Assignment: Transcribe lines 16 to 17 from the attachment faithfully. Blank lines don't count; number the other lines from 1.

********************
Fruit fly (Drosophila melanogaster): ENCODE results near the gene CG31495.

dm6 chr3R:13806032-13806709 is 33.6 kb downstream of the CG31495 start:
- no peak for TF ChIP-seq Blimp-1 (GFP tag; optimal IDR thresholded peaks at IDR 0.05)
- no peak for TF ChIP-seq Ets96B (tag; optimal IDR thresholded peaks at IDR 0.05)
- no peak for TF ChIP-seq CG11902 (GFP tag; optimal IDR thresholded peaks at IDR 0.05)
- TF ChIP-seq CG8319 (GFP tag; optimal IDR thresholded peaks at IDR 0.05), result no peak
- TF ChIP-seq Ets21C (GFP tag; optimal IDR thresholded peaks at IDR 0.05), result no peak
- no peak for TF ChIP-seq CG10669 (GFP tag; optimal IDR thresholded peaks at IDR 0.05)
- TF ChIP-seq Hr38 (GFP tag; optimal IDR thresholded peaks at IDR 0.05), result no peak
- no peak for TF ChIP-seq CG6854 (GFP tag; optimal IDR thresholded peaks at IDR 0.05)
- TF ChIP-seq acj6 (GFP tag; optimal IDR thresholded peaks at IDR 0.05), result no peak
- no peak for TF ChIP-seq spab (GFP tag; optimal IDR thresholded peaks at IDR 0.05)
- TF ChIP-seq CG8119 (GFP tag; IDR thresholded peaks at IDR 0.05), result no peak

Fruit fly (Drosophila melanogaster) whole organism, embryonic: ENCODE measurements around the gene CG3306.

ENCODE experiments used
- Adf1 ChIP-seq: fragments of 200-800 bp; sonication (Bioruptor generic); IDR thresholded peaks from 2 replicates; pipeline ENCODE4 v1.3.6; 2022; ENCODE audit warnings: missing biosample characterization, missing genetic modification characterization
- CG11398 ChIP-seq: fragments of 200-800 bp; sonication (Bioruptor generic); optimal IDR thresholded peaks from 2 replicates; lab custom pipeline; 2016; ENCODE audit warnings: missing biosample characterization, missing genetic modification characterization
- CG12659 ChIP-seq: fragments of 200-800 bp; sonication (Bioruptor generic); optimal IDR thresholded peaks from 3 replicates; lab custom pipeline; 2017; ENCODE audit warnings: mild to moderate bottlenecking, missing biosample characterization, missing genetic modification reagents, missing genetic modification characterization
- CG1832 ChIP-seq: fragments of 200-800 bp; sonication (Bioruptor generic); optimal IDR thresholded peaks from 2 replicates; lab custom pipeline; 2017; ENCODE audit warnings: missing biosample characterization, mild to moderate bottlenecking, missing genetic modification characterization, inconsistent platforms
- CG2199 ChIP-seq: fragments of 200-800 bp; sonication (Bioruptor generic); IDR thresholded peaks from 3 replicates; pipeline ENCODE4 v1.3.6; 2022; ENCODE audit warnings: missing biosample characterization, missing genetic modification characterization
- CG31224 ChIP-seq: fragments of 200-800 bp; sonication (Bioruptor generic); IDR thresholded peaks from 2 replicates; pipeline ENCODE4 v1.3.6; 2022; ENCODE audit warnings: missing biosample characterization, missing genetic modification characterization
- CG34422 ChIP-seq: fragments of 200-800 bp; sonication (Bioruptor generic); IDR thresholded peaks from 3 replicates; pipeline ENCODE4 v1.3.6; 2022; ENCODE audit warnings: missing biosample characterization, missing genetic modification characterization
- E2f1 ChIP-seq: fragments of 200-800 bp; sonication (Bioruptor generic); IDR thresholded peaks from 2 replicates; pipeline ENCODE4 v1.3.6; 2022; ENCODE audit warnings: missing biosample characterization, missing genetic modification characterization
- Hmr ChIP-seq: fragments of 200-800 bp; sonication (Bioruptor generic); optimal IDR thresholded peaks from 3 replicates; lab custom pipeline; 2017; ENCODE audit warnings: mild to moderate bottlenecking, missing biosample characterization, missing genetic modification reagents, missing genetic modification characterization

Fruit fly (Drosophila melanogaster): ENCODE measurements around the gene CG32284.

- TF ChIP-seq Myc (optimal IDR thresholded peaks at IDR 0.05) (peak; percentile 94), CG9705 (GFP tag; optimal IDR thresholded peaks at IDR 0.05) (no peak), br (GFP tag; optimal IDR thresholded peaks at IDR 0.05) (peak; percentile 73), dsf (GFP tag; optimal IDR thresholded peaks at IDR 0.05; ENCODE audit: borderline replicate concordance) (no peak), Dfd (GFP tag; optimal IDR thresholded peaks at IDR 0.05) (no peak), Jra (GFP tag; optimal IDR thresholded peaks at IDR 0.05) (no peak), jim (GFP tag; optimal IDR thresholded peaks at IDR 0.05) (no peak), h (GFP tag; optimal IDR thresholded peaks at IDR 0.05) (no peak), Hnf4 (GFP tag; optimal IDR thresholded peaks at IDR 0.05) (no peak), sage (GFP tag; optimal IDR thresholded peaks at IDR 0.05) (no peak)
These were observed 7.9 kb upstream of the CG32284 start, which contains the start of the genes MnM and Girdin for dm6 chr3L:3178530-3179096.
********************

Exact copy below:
- Adf1 ChIP-seq: fragments of 200-800 bp; sonication (Bioruptor generic); IDR thresholded peaks from 2 replicates; pipeline ENCODE4 v1.3.6; 2022; ENCODE audit warnings: missing biosample characterization, missing genetic modification characterization
- CG11398 ChIP-seq: fragments of 200-800 bp; sonication (Bioruptor generic); optimal IDR thresholded peaks from 2 replicates; lab custom pipeline; 2016; ENCODE audit warnings: missing biosample characterization, missing genetic modification characterization